The BMA has welcomed a ‘long-awaited first step’ to addressing years of under-investment in the health service, but stressed that the Government now needs to come up with the details.
Prime minister Theresa May, appearing before a parliamentary committee yesterday, committed to a more long-term approach in funding the NHS.
She said: ‘We… need to get away from this annual approach to the NHS budget and recognise that for the NHS to plan and manage effectively, we need to get away from those annual top-ups of the budget.
‘We do need to have a sustainable, long-term plan that should build on the work of the Five Year Forward View but we should look beyond it to a plan that allows the NHS to realise greater productivity and efficiency gains.’
She said the plan, drawn up in conjunction with clinicians, NHS leaders and health experts, should be drawn up sooner than next year’s spending review.
‘I think in this, the 70th anniversary year of the NHS’ foundation, we need an answer on this,’ she said.
There had been media speculation at the weekend that the Government would announce an extra £4 billion a year for the NHS. But Mrs May was not asked about this figure, nor did she give any details of extra funding.
Asked by Labour MP Meg Hillier whether her proposed multi-year funding settlement meant more money going in than the current base budget, the prime minister answered: ‘What I want to do is to develop a long-term plan for the NHS and then ensure that that is properly resourced.
‘By definition, we have already committed to putting more money into the NHS over the coming years, so, yes, more money will be going into the NHS.’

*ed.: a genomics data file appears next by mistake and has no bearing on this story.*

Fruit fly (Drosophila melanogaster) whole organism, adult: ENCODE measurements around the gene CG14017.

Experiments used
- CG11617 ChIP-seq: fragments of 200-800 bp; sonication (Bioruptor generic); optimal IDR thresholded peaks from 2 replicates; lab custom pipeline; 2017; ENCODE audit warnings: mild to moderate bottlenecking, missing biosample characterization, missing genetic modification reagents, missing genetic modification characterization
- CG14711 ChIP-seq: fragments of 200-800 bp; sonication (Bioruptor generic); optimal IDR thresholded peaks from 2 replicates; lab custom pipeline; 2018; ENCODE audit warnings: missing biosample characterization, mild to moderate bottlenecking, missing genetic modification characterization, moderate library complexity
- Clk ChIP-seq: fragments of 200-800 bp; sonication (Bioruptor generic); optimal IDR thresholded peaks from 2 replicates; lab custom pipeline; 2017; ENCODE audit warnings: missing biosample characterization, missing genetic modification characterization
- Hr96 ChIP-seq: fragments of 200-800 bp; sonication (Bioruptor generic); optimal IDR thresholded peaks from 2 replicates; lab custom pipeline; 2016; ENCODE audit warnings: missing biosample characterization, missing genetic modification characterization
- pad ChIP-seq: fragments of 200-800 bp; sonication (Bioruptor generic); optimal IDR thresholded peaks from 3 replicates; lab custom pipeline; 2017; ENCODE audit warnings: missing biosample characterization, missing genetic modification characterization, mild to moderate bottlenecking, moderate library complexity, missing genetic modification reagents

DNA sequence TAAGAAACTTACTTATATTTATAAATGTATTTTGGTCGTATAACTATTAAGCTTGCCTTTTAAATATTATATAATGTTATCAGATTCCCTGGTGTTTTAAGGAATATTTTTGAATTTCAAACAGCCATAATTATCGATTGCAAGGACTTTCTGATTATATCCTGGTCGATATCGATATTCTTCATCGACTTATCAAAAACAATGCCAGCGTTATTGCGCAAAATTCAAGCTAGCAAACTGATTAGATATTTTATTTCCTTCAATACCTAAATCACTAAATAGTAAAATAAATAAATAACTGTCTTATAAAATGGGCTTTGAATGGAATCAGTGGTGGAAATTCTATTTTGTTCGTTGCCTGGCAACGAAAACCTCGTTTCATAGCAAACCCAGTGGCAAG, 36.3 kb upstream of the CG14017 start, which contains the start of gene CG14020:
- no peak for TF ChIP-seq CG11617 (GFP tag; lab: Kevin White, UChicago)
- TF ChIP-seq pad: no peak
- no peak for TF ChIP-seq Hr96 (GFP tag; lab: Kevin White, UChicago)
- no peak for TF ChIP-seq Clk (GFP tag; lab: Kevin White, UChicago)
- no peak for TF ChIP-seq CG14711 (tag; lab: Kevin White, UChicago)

In recent years, NHS investment has increased annually by around 1 per cent, significantly lower than the historic 4 per cent average which the service has needed to accommodate a growing, ageing population with more complex needs.
The BMA has estimated that if the UK spent the same proportion of GDP on health as the ten leading European economies, it would have an extra £10 billion a year in investment.
BMA council chair Chaand Nagpaul said: ‘We cautiously welcome the prime minister’s comments, which represent a long-awaited first step in recognising the pressing and long-term needs of an NHS suffering after years of underinvestment, leaving patient care compromised.
‘However, we need to see the details of any plan before believing this will truly deliver on the rhetoric.
‘As the NHS reaches its 70th birthday, the Government must work with organisations such as the BMA, which represents frontline doctors, to ensure any long-term funding plan is sustainable, meets the needs of patients and staff, and ensures safe and high-quality care for the next seven decades and beyond.’
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